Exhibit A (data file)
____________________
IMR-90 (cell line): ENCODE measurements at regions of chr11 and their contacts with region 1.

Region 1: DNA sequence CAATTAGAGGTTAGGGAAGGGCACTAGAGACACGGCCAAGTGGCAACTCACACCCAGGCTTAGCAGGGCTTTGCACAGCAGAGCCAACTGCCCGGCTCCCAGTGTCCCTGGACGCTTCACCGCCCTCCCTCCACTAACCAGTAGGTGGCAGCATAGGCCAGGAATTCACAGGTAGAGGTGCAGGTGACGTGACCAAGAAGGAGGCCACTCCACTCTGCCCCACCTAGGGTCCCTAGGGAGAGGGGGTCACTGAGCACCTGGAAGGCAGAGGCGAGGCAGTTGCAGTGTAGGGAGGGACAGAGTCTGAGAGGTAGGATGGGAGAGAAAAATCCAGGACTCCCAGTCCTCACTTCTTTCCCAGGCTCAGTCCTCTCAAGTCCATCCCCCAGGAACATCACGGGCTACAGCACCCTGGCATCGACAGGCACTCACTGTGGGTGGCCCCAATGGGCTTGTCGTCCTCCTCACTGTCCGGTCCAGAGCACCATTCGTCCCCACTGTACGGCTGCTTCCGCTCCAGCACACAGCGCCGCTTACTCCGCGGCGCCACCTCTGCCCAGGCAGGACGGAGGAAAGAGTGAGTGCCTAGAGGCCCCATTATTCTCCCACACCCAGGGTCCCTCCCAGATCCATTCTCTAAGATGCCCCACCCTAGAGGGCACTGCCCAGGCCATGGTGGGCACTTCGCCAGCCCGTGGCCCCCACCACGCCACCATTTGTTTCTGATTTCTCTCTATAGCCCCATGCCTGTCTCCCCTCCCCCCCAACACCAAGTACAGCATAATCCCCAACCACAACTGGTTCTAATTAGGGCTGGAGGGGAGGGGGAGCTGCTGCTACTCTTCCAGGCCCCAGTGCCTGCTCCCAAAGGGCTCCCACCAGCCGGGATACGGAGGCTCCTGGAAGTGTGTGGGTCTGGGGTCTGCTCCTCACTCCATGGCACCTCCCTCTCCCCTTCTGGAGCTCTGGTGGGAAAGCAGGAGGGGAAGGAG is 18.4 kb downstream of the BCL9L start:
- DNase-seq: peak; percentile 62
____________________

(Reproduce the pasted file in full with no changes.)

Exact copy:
IMR-90 (cell line): ENCODE measurements at regions of chr11 and their contacts with region 1.

Region 1: DNA sequence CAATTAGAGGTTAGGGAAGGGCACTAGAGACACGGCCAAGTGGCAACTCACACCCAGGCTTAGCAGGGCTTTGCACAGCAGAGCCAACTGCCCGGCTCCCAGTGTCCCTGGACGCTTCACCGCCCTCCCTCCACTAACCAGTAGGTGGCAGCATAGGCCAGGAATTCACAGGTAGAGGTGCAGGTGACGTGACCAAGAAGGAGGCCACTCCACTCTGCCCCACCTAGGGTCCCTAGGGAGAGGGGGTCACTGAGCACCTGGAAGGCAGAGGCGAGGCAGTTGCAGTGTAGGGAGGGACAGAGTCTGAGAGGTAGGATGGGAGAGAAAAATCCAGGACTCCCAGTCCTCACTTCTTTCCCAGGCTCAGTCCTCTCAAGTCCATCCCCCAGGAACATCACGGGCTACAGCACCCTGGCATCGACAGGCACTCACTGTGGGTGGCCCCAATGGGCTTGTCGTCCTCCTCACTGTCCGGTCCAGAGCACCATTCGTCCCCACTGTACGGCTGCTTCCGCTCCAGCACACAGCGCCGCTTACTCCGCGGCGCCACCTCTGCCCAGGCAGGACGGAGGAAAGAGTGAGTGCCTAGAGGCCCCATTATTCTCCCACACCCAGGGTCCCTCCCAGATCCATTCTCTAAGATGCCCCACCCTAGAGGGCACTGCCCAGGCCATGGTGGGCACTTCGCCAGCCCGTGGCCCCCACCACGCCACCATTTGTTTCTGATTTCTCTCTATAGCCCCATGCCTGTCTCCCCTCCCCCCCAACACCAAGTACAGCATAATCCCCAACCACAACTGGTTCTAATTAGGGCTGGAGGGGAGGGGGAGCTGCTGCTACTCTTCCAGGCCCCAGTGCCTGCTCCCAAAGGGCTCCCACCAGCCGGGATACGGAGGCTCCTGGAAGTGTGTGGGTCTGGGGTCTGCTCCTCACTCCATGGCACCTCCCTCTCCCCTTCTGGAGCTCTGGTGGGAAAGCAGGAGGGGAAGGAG is 18.4 kb downstream of the BCL9L start:
- DNase-seq: peak; percentile 62